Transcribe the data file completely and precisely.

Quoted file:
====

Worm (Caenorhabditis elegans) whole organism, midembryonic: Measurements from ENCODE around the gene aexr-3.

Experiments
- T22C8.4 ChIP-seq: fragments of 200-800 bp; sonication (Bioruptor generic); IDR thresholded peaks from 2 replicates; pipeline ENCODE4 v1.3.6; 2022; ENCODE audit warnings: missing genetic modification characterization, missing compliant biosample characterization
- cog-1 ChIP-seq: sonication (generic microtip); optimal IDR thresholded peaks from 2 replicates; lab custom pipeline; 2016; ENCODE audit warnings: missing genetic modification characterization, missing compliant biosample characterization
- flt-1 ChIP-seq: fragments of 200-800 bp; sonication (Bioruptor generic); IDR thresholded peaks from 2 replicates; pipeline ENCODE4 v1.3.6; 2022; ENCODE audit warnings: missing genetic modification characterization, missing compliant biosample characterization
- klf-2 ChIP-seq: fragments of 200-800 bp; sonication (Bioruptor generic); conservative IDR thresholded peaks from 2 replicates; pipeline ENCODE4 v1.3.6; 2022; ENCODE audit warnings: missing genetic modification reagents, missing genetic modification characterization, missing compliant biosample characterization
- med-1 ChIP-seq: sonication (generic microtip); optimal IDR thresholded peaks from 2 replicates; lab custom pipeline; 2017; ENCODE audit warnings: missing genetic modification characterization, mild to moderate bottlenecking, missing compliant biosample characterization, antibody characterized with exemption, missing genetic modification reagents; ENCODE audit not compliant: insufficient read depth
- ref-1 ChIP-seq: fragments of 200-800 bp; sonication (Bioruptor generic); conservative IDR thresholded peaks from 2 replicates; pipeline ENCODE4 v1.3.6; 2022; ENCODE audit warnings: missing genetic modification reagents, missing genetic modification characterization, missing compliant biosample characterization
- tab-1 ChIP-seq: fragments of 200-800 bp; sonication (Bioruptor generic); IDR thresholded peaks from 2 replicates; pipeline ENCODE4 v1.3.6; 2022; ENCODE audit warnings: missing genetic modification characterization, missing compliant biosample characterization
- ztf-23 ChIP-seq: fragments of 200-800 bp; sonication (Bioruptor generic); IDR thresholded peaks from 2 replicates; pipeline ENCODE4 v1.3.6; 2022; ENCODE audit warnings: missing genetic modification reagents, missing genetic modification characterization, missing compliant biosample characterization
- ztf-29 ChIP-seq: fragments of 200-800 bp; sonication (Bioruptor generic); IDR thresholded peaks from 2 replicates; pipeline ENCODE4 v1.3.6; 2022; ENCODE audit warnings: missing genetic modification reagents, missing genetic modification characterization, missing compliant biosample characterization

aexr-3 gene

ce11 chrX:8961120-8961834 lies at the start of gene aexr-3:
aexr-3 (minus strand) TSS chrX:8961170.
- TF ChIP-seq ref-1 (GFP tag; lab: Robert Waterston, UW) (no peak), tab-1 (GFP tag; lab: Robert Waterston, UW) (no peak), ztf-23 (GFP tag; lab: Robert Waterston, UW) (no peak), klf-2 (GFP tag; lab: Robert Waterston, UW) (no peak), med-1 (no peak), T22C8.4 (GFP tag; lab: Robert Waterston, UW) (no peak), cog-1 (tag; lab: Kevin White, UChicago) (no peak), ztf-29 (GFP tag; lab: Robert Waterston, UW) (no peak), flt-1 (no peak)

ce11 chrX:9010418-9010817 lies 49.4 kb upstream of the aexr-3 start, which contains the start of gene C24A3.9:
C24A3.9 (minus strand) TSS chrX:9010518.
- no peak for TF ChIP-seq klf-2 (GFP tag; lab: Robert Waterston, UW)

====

Worm (Caenorhabditis elegans) whole organism, midembryonic: Measurements from ENCODE around the gene aexr-3.

Experiments
- T22C8.4 ChIP-seq: fragments of 200-800 bp; sonication (Bioruptor generic); IDR thresholded peaks from 2 replicates; pipeline ENCODE4 v1.3.6; 2022; ENCODE audit warnings: missing genetic modification characterization, missing compliant biosample characterization
- cog-1 ChIP-seq: sonication (generic microtip); optimal IDR thresholded peaks from 2 replicates; lab custom pipeline; 2016; ENCODE audit warnings: missing genetic modification characterization, missing compliant biosample characterization
- flt-1 ChIP-seq: fragments of 200-800 bp; sonication (Bioruptor generic); IDR thresholded peaks from 2 replicates; pipeline ENCODE4 v1.3.6; 2022; ENCODE audit warnings: missing genetic modification characterization, missing compliant biosample characterization
- klf-2 ChIP-seq: fragments of 200-800 bp; sonication (Bioruptor generic); conservative IDR thresholded peaks from 2 replicates; pipeline ENCODE4 v1.3.6; 2022; ENCODE audit warnings: missing genetic modification reagents, missing genetic modification characterization, missing compliant biosample characterization
- med-1 ChIP-seq: sonication (generic microtip); optimal IDR thresholded peaks from 2 replicates; lab custom pipeline; 2017; ENCODE audit warnings: missing genetic modification characterization, mild to moderate bottlenecking, missing compliant biosample characterization, antibody characterized with exemption, missing genetic modification reagents; ENCODE audit not compliant: insufficient read depth
- ref-1 ChIP-seq: fragments of 200-800 bp; sonication (Bioruptor generic); conservative IDR thresholded peaks from 2 replicates; pipeline ENCODE4 v1.3.6; 2022; ENCODE audit warnings: missing genetic modification reagents, missing genetic modification characterization, missing compliant biosample characterization
- tab-1 ChIP-seq: fragments of 200-800 bp; sonication (Bioruptor generic); IDR thresholded peaks from 2 replicates; pipeline ENCODE4 v1.3.6; 2022; ENCODE audit warnings: missing genetic modification characterization, missing compliant biosample characterization
- ztf-23 ChIP-seq: fragments of 200-800 bp; sonication (Bioruptor generic); IDR thresholded peaks from 2 replicates; pipeline ENCODE4 v1.3.6; 2022; ENCODE audit warnings: missing genetic modification reagents, missing genetic modification characterization, missing compliant biosample characterization
- ztf-29 ChIP-seq: fragments of 200-800 bp; sonication (Bioruptor generic); IDR thresholded peaks from 2 replicates; pipeline ENCODE4 v1.3.6; 2022; ENCODE audit warnings: missing genetic modification reagents, missing genetic modification characterization, missing compliant biosample characterization

aexr-3 gene

ce11 chrX:8961120-8961834 lies at the start of gene aexr-3:
aexr-3 (minus strand) TSS chrX:8961170.
- TF ChIP-seq ref-1 (GFP tag; lab: Robert Waterston, UW) (no peak), tab-1 (GFP tag; lab: Robert Waterston, UW) (no peak), ztf-23 (GFP tag; lab: Robert Waterston, UW) (no peak), klf-2 (GFP tag; lab: Robert Waterston, UW) (no peak), med-1 (no peak), T22C8.4 (GFP tag; lab: Robert Waterston, UW) (no peak), cog-1 (tag; lab: Kevin White, UChicago) (no peak), ztf-29 (GFP tag; lab: Robert Waterston, UW) (no peak), flt-1 (no peak)

ce11 chrX:9010418-9010817 lies 49.4 kb upstream of the aexr-3 start, which contains the start of gene C24A3.9:
C24A3.9 (minus strand) TSS chrX:9010518.
- no peak for TF ChIP-seq klf-2 (GFP tag; lab: Robert Waterston, UW)